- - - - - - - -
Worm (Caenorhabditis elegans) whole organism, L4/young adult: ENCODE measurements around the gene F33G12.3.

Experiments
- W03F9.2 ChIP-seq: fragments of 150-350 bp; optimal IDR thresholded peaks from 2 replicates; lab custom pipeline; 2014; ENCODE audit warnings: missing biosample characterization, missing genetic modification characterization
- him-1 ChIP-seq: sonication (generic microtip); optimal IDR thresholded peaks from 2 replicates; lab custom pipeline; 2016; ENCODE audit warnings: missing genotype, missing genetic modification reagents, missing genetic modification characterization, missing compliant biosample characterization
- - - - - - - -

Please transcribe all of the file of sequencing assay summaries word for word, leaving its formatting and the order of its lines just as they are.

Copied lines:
Worm (Caenorhabditis elegans) whole organism, L4/young adult: ENCODE measurements around the gene F33G12.3.

Experiments
- W03F9.2 ChIP-seq: fragments of 150-350 bp; optimal IDR thresholded peaks from 2 replicates; lab custom pipeline; 2014; ENCODE audit warnings: missing biosample characterization, missing genetic modification characterization
- him-1 ChIP-seq: sonication (generic microtip); optimal IDR thresholded peaks from 2 replicates; lab custom pipeline; 2016; ENCODE audit warnings: missing genotype, missing genetic modification reagents, missing genetic modification characterization, missing compliant biosample characterization